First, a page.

According to the latest update, 20 432 deaths have been recorded in the country.

There have been 696 820 recoveries.

So far, more than 5.1 million tests have been conducted, with 17 930 new tests reported.

Global cases update:

For the latest global data, follow this interactive map from Johns Hopkins University & Medicine.

Early on Wednesday morning, positive cases worldwide exceeded 55.3 million, while deaths were over 1.3 million.

The United States had the most cases in the world - more than 11.2 million, as well as the most deaths - close to 248 000.

WHAT'S HAPPENING IN SA

Latest news:

READ | Covid-19: Western Cape issues 'hotspot alert' for Garden Route

The Western Cape government has issued an "urgent hotspot alert" after a rapid increase in the number of Covid-19 cases along the popular Garden Route.

According to Western Cape Premier Alan Winde, this spike was the main contributor to the notable growth of active cases in the Western Cape.

"Specifically, we are concerned about the increasing number of cases in George, Knysna and Bitou," said Winde.

"George, which currently has 628 active cases, has the highest number of active cases in the province," he added.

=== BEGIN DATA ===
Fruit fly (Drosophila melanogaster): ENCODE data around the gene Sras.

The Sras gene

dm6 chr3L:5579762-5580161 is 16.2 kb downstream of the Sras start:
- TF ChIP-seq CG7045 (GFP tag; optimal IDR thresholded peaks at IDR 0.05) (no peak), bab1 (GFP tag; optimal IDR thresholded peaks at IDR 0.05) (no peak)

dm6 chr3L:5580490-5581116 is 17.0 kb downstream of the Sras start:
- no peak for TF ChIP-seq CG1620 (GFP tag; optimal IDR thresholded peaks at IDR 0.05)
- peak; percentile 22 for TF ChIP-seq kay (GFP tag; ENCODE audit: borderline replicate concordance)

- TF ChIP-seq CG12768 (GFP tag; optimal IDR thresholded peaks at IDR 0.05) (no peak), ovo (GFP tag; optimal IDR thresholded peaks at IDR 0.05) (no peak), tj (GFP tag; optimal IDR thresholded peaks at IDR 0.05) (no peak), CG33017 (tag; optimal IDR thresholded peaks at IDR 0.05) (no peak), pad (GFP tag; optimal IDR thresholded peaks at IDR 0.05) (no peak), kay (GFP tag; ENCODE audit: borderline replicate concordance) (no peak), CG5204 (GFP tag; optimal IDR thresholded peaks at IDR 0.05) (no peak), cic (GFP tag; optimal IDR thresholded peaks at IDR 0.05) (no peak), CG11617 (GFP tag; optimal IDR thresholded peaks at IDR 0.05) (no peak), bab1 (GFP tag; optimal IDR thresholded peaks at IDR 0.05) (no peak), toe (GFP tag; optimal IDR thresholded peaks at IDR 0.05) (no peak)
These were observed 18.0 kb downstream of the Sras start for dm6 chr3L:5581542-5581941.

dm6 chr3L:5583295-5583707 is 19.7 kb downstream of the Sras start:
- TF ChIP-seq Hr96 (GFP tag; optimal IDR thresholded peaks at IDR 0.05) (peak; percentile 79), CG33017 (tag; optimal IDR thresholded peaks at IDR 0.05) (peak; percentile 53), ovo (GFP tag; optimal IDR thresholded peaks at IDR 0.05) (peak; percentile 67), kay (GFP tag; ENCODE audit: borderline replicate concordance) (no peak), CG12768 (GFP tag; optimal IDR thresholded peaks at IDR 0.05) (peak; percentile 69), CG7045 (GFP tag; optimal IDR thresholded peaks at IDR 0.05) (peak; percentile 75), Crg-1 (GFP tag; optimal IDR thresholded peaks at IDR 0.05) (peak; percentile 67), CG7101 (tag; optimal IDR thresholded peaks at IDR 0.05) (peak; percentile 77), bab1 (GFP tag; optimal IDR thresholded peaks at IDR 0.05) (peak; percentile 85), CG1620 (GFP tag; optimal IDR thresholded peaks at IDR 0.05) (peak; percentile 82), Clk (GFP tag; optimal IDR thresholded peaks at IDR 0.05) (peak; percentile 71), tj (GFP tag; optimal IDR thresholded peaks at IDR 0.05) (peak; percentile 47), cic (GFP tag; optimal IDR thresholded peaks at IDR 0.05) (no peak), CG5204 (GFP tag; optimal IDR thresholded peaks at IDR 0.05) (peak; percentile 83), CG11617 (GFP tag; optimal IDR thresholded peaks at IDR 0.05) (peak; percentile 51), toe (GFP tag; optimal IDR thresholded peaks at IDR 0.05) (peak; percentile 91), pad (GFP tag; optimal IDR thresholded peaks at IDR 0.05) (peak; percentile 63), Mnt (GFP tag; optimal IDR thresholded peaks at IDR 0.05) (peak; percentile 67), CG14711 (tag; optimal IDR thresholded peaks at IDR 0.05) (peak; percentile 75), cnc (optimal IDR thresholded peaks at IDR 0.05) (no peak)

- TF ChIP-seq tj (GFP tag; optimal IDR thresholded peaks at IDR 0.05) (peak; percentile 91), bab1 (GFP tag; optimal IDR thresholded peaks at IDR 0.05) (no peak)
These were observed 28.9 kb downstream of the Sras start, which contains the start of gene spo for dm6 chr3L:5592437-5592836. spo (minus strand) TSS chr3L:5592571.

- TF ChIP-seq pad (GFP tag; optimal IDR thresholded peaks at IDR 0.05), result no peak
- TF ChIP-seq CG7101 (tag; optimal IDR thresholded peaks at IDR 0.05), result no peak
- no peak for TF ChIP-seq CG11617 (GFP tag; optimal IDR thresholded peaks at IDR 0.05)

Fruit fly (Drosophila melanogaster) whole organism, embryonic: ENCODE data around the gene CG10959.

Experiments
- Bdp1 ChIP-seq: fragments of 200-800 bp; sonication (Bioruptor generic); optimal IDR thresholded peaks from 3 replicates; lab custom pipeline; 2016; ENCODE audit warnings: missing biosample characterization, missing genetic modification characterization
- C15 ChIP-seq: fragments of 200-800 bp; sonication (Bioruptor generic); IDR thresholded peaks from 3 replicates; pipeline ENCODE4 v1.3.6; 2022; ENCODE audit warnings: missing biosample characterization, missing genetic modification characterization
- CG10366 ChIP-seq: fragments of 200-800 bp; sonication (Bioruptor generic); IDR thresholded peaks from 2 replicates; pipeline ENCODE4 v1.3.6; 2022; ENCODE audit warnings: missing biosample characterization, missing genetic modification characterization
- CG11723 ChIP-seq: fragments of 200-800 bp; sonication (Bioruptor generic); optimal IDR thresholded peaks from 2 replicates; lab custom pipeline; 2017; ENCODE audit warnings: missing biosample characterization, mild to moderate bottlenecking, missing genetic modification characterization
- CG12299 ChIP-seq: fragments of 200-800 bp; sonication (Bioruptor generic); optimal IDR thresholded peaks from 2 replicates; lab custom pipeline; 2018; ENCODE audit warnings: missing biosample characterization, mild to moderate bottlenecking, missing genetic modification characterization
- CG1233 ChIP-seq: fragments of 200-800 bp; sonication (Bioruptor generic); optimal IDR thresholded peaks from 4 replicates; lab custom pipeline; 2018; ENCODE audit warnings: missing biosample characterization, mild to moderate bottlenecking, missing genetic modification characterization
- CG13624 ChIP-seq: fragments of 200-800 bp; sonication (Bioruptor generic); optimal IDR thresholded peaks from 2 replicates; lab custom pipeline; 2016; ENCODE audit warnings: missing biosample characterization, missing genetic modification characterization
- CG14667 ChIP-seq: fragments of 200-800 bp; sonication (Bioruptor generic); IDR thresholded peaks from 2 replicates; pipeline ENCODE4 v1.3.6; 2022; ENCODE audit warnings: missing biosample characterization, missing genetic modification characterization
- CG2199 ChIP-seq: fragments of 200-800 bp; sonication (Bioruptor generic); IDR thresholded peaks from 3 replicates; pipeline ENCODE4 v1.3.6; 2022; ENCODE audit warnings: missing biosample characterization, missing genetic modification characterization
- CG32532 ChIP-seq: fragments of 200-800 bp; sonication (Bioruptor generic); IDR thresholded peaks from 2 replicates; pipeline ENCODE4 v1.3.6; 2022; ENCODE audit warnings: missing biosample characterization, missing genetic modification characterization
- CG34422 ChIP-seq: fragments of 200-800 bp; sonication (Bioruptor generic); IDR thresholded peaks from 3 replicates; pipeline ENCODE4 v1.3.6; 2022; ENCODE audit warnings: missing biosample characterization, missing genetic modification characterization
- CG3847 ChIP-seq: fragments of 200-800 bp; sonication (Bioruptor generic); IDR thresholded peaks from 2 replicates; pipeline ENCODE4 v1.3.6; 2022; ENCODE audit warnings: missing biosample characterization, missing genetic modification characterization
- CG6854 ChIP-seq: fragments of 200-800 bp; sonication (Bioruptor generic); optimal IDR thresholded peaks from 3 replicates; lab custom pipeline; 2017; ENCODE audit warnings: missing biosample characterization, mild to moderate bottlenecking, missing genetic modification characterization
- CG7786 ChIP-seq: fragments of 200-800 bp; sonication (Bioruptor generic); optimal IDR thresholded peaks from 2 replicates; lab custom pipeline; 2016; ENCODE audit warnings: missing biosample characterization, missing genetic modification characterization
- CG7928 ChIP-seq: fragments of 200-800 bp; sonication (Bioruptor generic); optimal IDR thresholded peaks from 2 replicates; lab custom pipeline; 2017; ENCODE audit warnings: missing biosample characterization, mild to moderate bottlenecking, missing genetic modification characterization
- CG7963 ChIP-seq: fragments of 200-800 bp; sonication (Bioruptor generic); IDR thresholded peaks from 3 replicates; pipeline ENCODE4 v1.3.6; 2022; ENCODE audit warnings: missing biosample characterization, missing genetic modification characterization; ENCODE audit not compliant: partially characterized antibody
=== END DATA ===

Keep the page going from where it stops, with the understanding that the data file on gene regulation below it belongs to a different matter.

Over the past weekend, the province saw

  • 160 new cases in George
  • 145 new cases in Knysna/Bitou
  • 41 new cases in Mossel Bay
  • 7 new cases in Hessequa

Due to the increasing number of positive cases, hospitalisations were also on the rise.

Winde said that hospitals still had sufficient capacity to cope with the surge in cases, however, he urged people to take responsibility to ensure that the spread of the virus was contained.

The hotspot team for the Garden Route increased surveillance through screening and testing.

"We are also paying special attention to vulnerable groups, including old age homes," added Winde.

READ | Court rules against Santam in landmark Covid-19 insurance case

The High Court has found in favour of Ma-Afrika Hotels and Stellenbosch Kitchens against insurance giant Santam, in a case over business interruption insurance during the Covid-19 lockdown.

The two businesses had joined up with Insurance Claims Africa in litigation against Santam earlier this year.

ICA is a public loss adjustment company that has been representing over 750 tourism and hospitality businesses in a bid to get insurers to pay up business interruption claims.